I understand some ways are better than others in this one, and it looks like the PDO based implementations shine the most as far as SQL Injection.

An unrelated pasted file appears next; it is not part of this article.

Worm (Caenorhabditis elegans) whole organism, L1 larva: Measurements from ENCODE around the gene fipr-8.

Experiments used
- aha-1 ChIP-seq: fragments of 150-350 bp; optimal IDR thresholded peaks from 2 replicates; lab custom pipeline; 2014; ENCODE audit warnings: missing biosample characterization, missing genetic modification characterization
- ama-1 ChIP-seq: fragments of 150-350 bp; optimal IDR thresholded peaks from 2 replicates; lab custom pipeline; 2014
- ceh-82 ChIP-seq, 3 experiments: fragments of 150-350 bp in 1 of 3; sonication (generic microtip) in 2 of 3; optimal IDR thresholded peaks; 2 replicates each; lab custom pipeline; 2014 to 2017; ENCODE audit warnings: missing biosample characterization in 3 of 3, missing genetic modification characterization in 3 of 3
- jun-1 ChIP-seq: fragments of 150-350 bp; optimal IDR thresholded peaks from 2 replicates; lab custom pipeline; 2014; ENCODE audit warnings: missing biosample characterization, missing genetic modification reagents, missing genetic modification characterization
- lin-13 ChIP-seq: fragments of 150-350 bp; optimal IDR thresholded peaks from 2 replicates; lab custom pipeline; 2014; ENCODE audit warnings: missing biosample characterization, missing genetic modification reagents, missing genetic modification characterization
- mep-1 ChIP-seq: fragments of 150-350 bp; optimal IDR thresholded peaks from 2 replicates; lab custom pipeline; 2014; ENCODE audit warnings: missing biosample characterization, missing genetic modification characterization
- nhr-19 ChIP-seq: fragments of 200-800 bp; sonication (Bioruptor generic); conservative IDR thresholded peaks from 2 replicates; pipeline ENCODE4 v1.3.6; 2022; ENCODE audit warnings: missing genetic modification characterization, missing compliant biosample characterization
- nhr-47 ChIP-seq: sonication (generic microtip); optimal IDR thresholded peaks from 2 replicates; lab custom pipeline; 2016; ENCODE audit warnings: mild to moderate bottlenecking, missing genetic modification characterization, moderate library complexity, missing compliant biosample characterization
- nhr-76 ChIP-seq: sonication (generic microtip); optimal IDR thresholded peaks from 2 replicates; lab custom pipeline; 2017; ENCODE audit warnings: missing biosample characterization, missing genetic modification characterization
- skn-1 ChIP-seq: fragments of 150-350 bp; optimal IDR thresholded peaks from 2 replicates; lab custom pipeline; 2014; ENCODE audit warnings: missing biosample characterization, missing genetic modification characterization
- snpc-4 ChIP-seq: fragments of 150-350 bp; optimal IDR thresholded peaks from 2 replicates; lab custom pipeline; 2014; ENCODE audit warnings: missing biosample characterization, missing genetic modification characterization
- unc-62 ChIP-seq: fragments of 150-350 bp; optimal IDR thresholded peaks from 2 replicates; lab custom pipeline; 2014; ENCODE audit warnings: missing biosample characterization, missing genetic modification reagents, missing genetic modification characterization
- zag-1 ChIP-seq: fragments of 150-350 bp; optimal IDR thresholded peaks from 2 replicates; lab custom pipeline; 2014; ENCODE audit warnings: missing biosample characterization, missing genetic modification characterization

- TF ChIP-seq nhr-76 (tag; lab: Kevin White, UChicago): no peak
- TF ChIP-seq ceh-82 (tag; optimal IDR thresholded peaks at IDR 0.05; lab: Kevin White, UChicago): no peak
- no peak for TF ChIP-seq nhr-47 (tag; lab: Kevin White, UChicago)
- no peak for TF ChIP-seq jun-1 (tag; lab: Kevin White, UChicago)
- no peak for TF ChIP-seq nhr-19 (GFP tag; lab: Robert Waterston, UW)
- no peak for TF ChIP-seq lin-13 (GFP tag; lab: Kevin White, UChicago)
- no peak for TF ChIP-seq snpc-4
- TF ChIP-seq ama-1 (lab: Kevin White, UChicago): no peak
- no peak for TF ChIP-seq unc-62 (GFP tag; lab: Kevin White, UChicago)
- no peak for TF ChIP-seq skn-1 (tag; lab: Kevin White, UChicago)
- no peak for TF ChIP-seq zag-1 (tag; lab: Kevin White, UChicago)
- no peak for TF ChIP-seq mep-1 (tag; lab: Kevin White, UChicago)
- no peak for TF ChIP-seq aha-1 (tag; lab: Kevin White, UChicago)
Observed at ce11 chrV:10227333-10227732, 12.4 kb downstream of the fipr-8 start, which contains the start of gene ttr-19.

But would not the following be good enough - without implementing a PDO solution? 1- get the user input 2- for each input, deliberately enforce a data type ( that is date/string/integer ) and validate it. 3- for each input, deliberately enforce a data length ( for strings data length and for integer a valid range for example ) 4- check the magic_quotes_gpc and do the stripslashes and then the mysqli_real_escape_string() and the htmlentities. 5- and on top pf all this, I also check for the specific occurrences of these following words; if any exist, I just do not execute that SQL query. and that list is sysobjects, syscolumns, systypes, EXEC(@, CHAR(, exec%20, DECLARE%20@, wscript. CAST( CONVERT( 6- I also count the number of "0x" occurrences, if the user input contains more than 2 of "0x", again I do not execute that command. With all these in place, I don't know of a way that a userinput can still make it thru. These may raise a false negative on some valid user input that's coming from a textarea where the data type is string, and an accepted char length is big enough to create some havoc in the db, so be it, I reject that input. My question even after all these are there still ways to break in? All the aboce can be easily tucked in a function which does a data validation something like VallidateUserInput ( $_GET['first_name'], "varchar(100)",Please supply a first name that is less than 100 characters"); VallidateUserInput ( $_GET['age'], "smallint",Please supply an age that is between 1-20") Your insight is greatly appreciated on this. I also read somewhere that mysql does NOT allow statement chaining. So, that's even better. -- PHP General Mailing List (http://www.php.net/) To unsubscribe, visit: http://www.php.net/unsub.php